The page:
Egypt Stocks Drop as MSCI Says FX Shortage May Trigger Downgrade

Egypt’s shares headed for a year low after MSCI Inc. said it may review the nation’s emerging-market status if the foreign-currency situation worsens. Morocco’s index was little changed as it was cut to frontier status.

The EGX 30 Index tumbled 3.8 percent to 4,662.94 as of 12:32 p.m. in Cairo, poised for the lowest close since June 2012. The measure, the second-worst performer today among 94 indexes tracked by Bloomberg, has fallen 22 percent since a September 26 peak. A drop of 20 percent or more signals a so-called bear market to some investors.

MSCI said it “may be forced” to consider excluding Egypt from its emerging-market indexes “were the situation on the Egyptian foreign-exchange market to worsen and result in the inability of international investors to repatriate their funds.” Egyptian shares have slumped this year as political unrest hindered an economic recovery and as the pound weakened 9 percent amid central bank efforts to curtail a drop in foreign-currency reserves. Egypt was added to MSCI’s EM index in 2001.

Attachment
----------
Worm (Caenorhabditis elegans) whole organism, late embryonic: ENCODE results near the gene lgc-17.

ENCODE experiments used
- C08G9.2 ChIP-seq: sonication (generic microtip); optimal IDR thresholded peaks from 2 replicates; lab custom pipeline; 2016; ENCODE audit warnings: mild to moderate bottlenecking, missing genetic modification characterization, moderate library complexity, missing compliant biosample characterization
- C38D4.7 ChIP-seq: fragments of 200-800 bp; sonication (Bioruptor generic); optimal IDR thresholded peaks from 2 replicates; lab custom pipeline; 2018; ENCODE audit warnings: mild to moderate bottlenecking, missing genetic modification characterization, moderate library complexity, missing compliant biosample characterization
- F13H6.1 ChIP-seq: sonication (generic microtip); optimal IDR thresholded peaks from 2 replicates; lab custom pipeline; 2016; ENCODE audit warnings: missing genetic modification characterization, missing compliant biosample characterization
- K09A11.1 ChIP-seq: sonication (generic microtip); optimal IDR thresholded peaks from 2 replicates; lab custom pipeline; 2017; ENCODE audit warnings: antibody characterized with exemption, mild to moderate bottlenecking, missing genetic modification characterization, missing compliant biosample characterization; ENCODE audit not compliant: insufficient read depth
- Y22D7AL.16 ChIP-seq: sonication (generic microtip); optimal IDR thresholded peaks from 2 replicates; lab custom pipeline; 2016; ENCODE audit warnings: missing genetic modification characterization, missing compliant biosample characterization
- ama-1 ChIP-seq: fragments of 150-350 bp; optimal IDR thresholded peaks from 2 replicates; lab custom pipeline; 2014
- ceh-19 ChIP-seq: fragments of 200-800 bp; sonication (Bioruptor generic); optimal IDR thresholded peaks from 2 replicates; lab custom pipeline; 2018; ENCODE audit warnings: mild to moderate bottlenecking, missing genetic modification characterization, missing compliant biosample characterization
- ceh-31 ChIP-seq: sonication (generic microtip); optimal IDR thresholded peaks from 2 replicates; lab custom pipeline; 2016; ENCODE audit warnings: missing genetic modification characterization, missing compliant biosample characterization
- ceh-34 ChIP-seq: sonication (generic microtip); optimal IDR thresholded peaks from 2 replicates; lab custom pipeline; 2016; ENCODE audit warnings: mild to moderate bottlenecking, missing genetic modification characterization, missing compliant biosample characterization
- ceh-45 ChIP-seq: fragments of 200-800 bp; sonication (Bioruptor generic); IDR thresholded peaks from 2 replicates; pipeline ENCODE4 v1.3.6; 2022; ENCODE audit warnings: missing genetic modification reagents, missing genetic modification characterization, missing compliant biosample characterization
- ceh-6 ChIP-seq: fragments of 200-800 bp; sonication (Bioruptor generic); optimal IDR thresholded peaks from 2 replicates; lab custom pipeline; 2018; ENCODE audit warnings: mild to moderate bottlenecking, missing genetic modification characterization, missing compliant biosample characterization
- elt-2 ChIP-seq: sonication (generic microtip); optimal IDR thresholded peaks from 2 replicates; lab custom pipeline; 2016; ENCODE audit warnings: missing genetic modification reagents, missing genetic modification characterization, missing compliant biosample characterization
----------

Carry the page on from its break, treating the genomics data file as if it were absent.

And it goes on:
“The mood is very negative,” Ahmed Abu Taleb, foreign sales trader at Cairo-based Pharos Securities, said by phone. “Concerns are high after MSCI reclassification talks.”

Morocco Reversal

Orascom Construction Industries, the biggest stock on the EGX 30 with a 28 percent weighting, slumped 3 percent, the most since March, to 227.1 pounds. The company will ask shareholders this month to approve a plan that will involve swapping their shares with stocks in Amsterdam-listed OCI NV (OCI) or selling them for 255 pounds a piece. The potential exit of Orascom Construction from the EGX “will increase the likelihood” of an MSCI downgrade, Abu Taleb said.

Morocco’s benchmark MADEX Free Float Index was little changed at 7,080.63, near the lowest level since 2006. MSCI cut the country from emerging-market status due to its failure to meet liquidity standards for several years. The trend “has shown no sign of reversal,” it said.

“Foreigners appear to have already made their moves before this downgrade, which lacked the element of surprise,” said Bachir Tazi, head of sales and trading at Casablanca Finance Group. “Morocco will need to improve liquidity and the freefloat of its stock exchange in order to make the most of a bigger weighting on the MSCI FM Index.”

To contact the reporters on this story: Ahmed A. Namatalla in Cairo at anamatalla@bloomberg.net; Tamim Elyan in Cairo at telyan@bloomberg.net

To contact the editor responsible for this story: Claudia Maedler at cmaedler@bloomberg.net

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